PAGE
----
quakezure.net + quakezure.com
quakezure.co.nz + quakezure.net.nz
Figured I would start with those domains and quickly acquire others if project has wings.
Over the last couple of years my home town of Christchurch has been badly damaged by a series of earthquakes. The Alpine Fault which runs along the Southern Alps is due to rupture anytime. The impact of the Alpine Fault rupturing on the Otago region is discussed here. Based on the Christchurch experience even 10’s of seconds of warning could save many lives.
An earthquake consists of P-Waves & S-Waves which travel at 2-8 km/s (S-Waves travel at roughly 60% the speed of P-Waves) so by using complex event analysis software running in the cloud and a dense array of commodity sensors it should be possible to provide 10’s of seconds warning depending on how far away the epicentre is located.
My TechEd 2012 presentation demonstrated a proof of concept of how you could use commodity embedded hardware & cloud computing resources to provide early warning of earthquakes.
In my presentation I talk about how a dense network of sensors could be deployed by using ADSL cabinets, cell sites, police stations, telephone exchanges etc. (basically anywhere with robust power and communications)In addition, private individuals could contribute by hosting devices in their homes, like the Quake Catcher Network.
There are already systems available for providing early warning, including at least one locally developed one. But, in a country like New Zealand where population density is low getting a sufficiently dense network of conventional seismic grade sensors would be expensive.
I’m not a Seismologist and I’m struggling to find one who has the time to listen, but I think the problem is solvable by using existing technologies in new and innovative ways.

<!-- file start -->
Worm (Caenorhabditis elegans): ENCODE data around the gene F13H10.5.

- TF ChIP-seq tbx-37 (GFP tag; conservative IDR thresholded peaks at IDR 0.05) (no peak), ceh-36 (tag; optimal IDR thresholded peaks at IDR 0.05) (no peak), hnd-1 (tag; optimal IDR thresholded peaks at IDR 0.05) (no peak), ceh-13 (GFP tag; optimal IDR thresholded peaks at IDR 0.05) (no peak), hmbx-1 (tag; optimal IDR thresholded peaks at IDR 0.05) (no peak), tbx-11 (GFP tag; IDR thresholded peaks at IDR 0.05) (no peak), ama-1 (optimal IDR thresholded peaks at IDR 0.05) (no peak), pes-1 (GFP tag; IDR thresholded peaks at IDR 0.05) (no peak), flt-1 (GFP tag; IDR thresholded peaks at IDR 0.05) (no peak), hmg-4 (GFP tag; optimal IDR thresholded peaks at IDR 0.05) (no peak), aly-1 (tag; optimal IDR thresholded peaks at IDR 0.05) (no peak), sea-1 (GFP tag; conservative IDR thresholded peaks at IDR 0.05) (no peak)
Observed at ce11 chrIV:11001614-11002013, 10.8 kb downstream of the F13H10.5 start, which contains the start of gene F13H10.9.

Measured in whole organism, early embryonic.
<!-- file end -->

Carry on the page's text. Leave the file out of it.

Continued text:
It wouldn’t take a lot of cash to build a working prototype and deploy some units into the field. Other developers and Microsoft have offered development and cloud computing resources. I just need a seismologist to help with the validating the algorithms and approach.
So if you know a seismologist who could help…
This is the prototype QuakeZure device for detecting P-Waves and notifying Azure backoffice.
The kit cost about USD 120 and would get cheaper in quantity. Organisations like Seeedstudio can take a concept built with the Grove prototyping kit I used and organise production engineering of a real product from a concept if volumes are sufficient.
Netduino Plus USD 57.95
Grove Base shield USD 9.90
Grove Accelerometer USD 12.90
Grove GPS USD 39.90
I have been looking at other MEMS devices from Freescale, ST MIcroelectronics, Analog devices, Memsic plus a few others. The key issue is that as soon as you go beyond consumer grade accelerometers the price rapidly rises to several times the cost of the rest of the kit.
For a production system you would most probably use something like GHI G120 Module USD37.39 with a custom board with the necessary power supply, connectivity & sensors mounted on it.
PoC QuakeZure Client on my desk